Tuesday, December 18, 2007

Bye - bye bulbs

By Capt Fogg

A strong conviction that something must be done is the parent of many bad measures.

-Daniel Webster-

The last big fuel economy legislation package was enacted 32 years ago. Per Capita energy usage has increased dramatically since then. For one thing, it generated an abiding lust for ever more ridiculously large and heavy vehicles that even $3.50 a gallon gas prices haven't diminished and it did nothing to reduce the longer commutes and increased ferrying of all the little Codys and Madisons to their various activities and lessons.

Technology has indeed improved. Engines are more efficient and more reliable but it's been more than offset by every mother's need to drive an Army truck, by the death of public transportation in many places and by the further decentralization of the population. Dare we hope for a more practical approach in the new energy legislation that the House of Representatives is likely to pass today?

Seems like we can say good bye to incandescent light, our warm and friendly 19th century friend, and hello to harsh, flickering, mercury laden florescent bulbs or to the eerie and expensive aura of light emitting diode arrays. Phillips and GE, who played a large part in drafting the phase out of incandescents will get to sell you things that cost ten times or twenty times more.

I will miss light dimmers. They don't work with florescent light and I will have to find some other way to keep my bedroom and living room and dining room from looking like a hospital. Perhaps it will reduce my electric bill by two or three percent, but I doubt it. Most of the energy usage in my house is from water heating, pool heating, air conditioning and food refrigeration and the electric company is surely not going to freeze rates in response to decreasing demand.

Overall, the legislation is designed to reduce total consumption by 8% by 2030. That's not a lot and the benefit is questionable when one considers the environmental effects of brewing so much alcohol, producing so many silicon or gallium arsenide solar cells or the massive need for ever more petrochemical fertilizers to grow ever larger amounts of ever more expensive grains for fuel. It's really hard to know what the unintended consequences will be. It's likely that there will be more than an 8% increase in population in 23 years. It's hard to know what Americans will choose to drive to avoid the headaches of electric cars or the lack of utility of Smart Cars and it's far from certain that the government will retain it's desire to fund the billion and a half program for the next ten years.

I don't rest any easier knowing that the legislation was mostly drafted by the companies that stand to benefit the most and most quickly and I suspect that the $30,000,000 solar array to be built to power the Department of Energy (during peak daylight hours when the sun shines in Washington) will scarcely profit anyone but the people who sell solar cells.

It's not so much that I'm a reactionary cynic, although I am, but without a major shift in the way Americans live and work and breed, I fear this is only another kind of tokenism and another handout to big corporations and that the unintended consequences may be as bad or worse than doing nothing.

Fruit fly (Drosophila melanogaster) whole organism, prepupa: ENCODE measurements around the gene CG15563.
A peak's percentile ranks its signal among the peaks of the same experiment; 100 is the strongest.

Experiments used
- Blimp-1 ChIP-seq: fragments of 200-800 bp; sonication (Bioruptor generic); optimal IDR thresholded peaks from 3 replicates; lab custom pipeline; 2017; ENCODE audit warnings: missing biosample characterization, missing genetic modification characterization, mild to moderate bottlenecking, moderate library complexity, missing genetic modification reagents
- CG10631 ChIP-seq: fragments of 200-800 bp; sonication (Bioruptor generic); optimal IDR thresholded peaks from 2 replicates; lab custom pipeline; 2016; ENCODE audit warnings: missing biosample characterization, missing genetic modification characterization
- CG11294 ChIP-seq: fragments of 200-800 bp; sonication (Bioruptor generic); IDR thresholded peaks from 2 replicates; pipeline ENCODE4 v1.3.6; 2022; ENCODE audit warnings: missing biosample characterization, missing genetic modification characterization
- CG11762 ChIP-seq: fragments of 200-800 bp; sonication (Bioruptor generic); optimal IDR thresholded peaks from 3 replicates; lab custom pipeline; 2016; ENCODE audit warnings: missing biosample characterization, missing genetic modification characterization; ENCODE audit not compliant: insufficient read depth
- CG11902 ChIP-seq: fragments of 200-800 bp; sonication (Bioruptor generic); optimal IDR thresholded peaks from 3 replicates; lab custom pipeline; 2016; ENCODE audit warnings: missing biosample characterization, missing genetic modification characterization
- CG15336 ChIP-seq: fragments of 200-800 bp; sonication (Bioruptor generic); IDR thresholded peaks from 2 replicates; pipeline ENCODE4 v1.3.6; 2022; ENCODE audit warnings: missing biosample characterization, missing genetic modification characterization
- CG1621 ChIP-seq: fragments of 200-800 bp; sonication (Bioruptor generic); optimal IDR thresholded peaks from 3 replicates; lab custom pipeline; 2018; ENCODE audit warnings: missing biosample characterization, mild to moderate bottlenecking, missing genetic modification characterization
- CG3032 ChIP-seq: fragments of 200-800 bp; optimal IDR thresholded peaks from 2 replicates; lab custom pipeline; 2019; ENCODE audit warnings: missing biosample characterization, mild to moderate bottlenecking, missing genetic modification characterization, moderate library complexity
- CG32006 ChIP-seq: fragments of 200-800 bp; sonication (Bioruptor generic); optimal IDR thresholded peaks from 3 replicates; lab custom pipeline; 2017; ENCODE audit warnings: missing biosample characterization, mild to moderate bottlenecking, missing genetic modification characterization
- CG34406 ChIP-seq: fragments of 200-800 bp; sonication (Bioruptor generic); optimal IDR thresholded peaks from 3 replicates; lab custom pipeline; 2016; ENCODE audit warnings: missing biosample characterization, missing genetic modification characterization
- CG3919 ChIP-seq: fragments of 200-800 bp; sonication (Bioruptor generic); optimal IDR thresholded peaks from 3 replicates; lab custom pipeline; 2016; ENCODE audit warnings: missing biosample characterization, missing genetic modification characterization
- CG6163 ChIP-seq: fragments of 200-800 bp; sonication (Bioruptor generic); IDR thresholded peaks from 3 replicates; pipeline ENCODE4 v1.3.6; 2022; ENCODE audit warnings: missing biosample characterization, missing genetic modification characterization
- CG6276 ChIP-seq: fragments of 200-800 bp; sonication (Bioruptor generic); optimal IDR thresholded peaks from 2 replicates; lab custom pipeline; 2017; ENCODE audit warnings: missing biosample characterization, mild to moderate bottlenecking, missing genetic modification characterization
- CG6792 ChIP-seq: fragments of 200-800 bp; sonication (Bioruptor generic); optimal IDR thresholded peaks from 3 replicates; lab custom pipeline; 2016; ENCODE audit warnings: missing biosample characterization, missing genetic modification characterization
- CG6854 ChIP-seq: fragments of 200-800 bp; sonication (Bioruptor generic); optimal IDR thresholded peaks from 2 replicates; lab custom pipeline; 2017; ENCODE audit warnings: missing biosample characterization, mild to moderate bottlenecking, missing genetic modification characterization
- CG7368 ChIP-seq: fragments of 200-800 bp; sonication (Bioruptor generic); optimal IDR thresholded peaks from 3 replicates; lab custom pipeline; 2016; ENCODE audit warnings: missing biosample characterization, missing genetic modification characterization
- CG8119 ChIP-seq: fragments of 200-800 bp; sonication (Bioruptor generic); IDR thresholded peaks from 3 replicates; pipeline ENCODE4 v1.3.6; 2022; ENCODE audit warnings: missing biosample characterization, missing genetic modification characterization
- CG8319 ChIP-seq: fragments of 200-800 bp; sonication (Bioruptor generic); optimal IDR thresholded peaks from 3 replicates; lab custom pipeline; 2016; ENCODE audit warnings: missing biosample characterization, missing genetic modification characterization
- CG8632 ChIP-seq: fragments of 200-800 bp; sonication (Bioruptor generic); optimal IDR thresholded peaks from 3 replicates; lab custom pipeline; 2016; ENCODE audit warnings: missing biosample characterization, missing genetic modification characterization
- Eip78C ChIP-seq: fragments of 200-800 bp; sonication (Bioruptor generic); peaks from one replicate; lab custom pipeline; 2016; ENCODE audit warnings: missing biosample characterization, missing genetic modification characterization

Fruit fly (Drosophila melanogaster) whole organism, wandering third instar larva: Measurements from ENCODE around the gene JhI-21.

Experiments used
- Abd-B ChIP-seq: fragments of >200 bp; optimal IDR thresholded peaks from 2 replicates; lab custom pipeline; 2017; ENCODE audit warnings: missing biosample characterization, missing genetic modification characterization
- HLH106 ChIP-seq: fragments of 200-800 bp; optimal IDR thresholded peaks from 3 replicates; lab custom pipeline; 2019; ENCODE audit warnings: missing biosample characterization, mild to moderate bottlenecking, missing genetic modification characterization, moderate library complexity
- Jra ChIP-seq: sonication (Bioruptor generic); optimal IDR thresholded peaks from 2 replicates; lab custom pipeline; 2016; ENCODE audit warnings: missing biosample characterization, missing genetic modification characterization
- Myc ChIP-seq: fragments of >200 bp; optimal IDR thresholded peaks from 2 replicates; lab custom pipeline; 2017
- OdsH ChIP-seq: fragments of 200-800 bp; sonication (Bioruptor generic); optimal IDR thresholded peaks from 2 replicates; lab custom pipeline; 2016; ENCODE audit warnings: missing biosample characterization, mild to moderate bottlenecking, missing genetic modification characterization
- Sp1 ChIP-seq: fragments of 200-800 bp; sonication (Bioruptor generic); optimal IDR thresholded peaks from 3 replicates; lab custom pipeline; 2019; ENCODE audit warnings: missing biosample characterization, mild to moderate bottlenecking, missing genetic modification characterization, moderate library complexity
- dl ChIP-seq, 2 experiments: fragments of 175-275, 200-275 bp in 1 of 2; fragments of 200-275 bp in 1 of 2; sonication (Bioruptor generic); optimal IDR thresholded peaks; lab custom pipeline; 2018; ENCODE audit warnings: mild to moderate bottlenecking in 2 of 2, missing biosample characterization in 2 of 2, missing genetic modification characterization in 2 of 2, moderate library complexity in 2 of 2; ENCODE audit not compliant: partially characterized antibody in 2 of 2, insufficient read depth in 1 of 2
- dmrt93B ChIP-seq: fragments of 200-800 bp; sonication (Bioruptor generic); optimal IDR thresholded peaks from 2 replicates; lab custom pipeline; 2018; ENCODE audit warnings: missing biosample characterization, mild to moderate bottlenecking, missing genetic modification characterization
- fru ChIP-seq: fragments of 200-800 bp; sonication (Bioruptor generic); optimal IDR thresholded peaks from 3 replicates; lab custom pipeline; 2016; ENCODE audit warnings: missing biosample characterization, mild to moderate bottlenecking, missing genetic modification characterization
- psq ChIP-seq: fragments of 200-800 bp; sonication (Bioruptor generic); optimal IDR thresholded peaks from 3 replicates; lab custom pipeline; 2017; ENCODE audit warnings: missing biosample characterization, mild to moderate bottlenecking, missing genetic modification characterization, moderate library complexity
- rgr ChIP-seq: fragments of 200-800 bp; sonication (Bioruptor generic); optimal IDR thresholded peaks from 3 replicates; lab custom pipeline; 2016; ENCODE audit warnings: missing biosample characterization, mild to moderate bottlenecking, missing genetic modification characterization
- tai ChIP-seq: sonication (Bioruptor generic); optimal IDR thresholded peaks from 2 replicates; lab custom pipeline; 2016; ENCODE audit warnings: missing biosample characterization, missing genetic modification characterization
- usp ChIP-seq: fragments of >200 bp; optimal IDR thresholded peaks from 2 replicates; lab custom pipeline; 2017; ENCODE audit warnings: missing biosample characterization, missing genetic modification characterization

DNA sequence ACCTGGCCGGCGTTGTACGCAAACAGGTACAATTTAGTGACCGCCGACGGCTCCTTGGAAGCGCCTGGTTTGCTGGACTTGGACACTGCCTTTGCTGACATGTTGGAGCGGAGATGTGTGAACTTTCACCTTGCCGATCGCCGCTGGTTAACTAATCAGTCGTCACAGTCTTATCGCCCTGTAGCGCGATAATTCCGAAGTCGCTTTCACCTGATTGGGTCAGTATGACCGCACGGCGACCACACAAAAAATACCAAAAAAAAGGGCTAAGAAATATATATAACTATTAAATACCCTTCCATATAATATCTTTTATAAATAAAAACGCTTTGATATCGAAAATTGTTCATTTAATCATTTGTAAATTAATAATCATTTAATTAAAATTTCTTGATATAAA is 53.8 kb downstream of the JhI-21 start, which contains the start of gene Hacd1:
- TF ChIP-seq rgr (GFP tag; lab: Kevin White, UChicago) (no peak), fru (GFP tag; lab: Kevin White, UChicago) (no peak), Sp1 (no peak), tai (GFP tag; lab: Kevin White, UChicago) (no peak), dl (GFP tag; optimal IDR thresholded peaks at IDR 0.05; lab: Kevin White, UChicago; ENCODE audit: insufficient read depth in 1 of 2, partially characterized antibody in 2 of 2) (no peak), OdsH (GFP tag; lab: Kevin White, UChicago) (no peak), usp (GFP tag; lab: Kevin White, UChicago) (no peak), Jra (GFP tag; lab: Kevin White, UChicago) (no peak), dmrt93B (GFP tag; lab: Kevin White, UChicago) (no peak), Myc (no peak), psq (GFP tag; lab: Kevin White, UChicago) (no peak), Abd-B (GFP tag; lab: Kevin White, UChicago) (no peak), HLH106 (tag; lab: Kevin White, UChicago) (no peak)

Cross posted from Human Voices

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Anonymous rockync said...

One positive trend is the advent of the light rail. I've been pushing this one in my area and there are several cities already using them. Charlotte, NC just opened their line, Atlanta and Denver have had them for some time. If they extend the lines to some of the outlying burbs, I see it as a pretty significant energy conservation measure.

11:03:00 AM  
Blogger Capt. Fogg said...

It's nothing new, of course. I grew up in the Chicago suburbs. When I was a kid you could ride the light, inter-urban electric railroad from Milwaukee to Chicago and to South Bend,Indiana. Cheap, clean and efficient with stations everywhere. With the right transfers you could go almost anywhere at all.

One of the reasons we tore it up was General Motors who made deals to tear up the rails and supply cheap Diesel and Gasoline buses that hardly go anywhere.

I'm also old enough to remember the Pullman cars and the great fun of traveling long distances in them.

Other countries spend a lot of money on fast rail transportation - we pour it into airlines that lose money, burn massive amounts of fuel and make massive amounts of pollution.

Too bad we're not that smart.

11:42:00 AM  
Anonymous rockync said...

Now that fuel is taking a bigger bite out of peoples'pockets,perhaps, these new light rails will gain popularity and the tide will turn once again.

3:04:00 PM  
Blogger Capt. Fogg said...

Could be, but all those tens of thousands of miles of right of way have long since been sold off.

Even China has better trains and you can get around Europe faster on rail than in the air much of the time. If we still had the roadbeds we used to have and we had 300 mph trains like they do, this would be a vastly less energy dependent country and people could travel with dignity once again instead of in those flying cattle cars they have now.

6:08:00 PM  

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